A combustion chamber 1 according to this invention, especially a refuse incineration chamber as illustrated in FIG. 1, consists of a furnace space 2 with a combustion grate 3 at the bottom. In the practical example shown here, this is a cylinder grate inclined downward to the horizontal. In the practical example illustrated here, the cylinder grate consists of six successive cylinders running parallel to each other. Beneath the incineration grate 3 there are feed lines 4 for supplying cold combustion air, so-called primary air, into the combustion zone 5 surrounding grate 3. The combustion air fed in through lines 4 is drawn in by an undergrate blast fan from the refuse hopper. This intake is done in such a way that the dust load of the intake air is minimized. Due to the large intake cross section, i.e., the low velocity of flow, the air is removed preferably directly at the hopper wall next to the furnace side. Suitable measures assure that the intake noises increase the sound level in the hopper only insignificantly. The primary air intake channels are provided with sufficiently large and readily accessible cleaning ports at the points where dust collects. A refuse feeder 6 opens into the body 2 of the furnace above the upper end of the grate 3 as seen in the direction of transport of the refuse (see arrow X). The outlet opening 7 of the refuse feeder 6 widens over inclined surfaces 8, 9 into furnace space 2. Furnace space 2 above grate 3 consists of a lower section 2a above the lower end of the grate in the area of an opening 10 that forms the furnace vessel outlet and the two lower cylinders of the cylinder grate so this section is in approximately the lower third of furnace grate 3 and is bordered at the top by a cover wall 11 that runs parallel to grate 3. The height of section 2a above the furnace grate 3, i.e., above the cylinder, corresponds approximately to the diameter of the cylinders. This zone corresponds approximately to the cooling zone of the combustion slag. Following section 2a, the furnace space 2 widens toward the top and opens into a flue gas exhaust 12 where the width of flue gas exhaust 12 corresponds approximately to half the length of grate 3 and in the practical example shown here is about 5 m, namely in adaptation to the desired combustion capacity of the incineration vessel 1 according to this invention. The approximately horizontal connecting opening 13 between the furnace space 2 and flue gas exhaust 12 is immediately above the opening of refuse feeder 6 and forms a flow cross section that is symmetrical with the axis of the flue gas exhaust. The furnace space 2 has a rear wall 14 that extends vertically upward from cover wall 11 and is extended directly into rear wall 15 of flue gas exhaust 12. Front wall 16 of flue gas exhaust 12 runs parallel to its rear wall 15 and extend upward from the end of inclined face 9 that is connected to the refuse feeder 6. The area of the flue gas exhaust 12 directly in the direction of flow of the flue gases after connecting opening 13 has a throttled area 17 which is likewise symmetrical with the flue gas exhaust axis and in the advantageous version illustrated here is designed in the manner of a venturi tube. This venturi-like zone 17 has an afterburner chamber where the flue gas mixture is first accelerated to about 8 to 10 m/sec and then is decelerated to about 4 to 5 m/sec. This results in relative movements within the flue gas flow so there is intense mixing of the flue gas streams and temperature streams. This causes improved combustion of the flue gas mixture and thus increased decomposition of the residual pollutants contained in it, especially the halogenated residual hydrocarbons (e.g., dioxins) contained in the flue gas.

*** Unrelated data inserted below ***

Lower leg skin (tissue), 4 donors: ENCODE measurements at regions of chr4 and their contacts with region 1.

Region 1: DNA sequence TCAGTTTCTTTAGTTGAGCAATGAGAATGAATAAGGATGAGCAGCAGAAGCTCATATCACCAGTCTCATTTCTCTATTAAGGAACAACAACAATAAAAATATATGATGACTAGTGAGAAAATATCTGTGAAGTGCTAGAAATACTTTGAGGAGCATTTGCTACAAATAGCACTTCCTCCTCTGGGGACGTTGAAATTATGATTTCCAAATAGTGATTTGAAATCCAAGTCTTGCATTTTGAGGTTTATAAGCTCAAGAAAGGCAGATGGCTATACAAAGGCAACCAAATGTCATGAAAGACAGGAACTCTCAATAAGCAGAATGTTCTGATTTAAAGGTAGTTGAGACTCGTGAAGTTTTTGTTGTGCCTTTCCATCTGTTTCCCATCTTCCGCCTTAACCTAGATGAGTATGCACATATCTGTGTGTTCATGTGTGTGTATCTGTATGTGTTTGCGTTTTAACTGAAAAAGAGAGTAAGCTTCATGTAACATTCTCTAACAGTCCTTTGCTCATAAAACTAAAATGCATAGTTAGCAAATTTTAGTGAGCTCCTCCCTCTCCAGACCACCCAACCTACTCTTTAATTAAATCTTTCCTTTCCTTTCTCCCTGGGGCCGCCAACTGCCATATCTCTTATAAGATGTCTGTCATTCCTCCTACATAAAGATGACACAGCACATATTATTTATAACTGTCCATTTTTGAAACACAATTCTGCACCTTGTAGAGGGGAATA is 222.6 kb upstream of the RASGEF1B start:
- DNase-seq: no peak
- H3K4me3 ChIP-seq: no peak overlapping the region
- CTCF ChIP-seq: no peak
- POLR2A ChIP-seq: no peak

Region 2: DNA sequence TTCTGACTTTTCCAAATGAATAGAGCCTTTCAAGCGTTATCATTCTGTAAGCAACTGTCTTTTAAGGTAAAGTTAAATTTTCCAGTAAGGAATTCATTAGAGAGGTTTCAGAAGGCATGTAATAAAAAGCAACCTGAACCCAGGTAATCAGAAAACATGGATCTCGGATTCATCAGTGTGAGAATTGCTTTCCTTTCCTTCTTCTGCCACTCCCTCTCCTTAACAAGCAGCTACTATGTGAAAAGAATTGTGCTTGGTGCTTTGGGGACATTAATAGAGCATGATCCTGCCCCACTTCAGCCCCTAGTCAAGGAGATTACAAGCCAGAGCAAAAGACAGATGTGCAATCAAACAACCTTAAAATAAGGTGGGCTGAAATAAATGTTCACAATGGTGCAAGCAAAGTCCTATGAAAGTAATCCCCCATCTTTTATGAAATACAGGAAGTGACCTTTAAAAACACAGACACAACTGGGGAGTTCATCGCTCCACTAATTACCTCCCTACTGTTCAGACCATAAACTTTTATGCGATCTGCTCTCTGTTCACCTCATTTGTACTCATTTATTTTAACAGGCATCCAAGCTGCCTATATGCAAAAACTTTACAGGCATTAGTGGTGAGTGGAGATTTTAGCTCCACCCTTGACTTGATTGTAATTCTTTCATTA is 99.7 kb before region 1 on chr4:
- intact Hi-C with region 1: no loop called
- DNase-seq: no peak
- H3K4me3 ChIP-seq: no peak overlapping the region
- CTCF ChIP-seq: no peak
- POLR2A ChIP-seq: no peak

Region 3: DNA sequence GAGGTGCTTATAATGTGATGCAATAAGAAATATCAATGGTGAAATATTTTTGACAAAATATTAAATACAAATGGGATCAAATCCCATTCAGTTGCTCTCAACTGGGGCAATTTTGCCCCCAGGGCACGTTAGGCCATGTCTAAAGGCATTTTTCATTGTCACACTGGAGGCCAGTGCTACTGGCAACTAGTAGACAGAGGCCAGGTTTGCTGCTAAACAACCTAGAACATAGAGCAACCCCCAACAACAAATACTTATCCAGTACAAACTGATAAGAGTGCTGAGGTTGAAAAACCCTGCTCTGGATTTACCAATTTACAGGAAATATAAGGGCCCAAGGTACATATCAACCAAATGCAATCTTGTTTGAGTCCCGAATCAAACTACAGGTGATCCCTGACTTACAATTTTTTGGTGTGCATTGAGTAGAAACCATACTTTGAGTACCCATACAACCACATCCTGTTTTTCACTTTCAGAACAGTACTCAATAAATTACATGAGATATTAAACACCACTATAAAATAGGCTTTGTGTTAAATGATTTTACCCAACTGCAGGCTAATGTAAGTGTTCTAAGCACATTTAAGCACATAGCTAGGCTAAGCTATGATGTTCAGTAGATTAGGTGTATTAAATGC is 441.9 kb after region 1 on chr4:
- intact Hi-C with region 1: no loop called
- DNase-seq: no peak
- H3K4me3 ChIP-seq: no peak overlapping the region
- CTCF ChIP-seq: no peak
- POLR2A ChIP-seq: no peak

The smooth surface and relatively high design of the furnace space 2 according to this invention with a preferably rectangular or square cross section above the drying and combustion zone of the combustion grate 3 without projections and noses prevents the development of caked-on deposits. In addition, the design according to this invention also permits a uniform flow of flue gases and the development of defined combustion zones, so the combustion properties are improved in the sense of a uniform combustion. This is further supported by the fact that due to the throttled area in the outlet of the furnace space, first there is the effect of damming up the flue gases which thereby lengthens the retention time of the flue gases in the furnace space, and this is also especially advantageous because there is a temperature zone where the temperature is in the range of about 900° to 1050° C. precisely in the area before the throttled zone, and this temperature range in particular is crucial for incineration of the halogenated hydrocarbons present in the flue gases.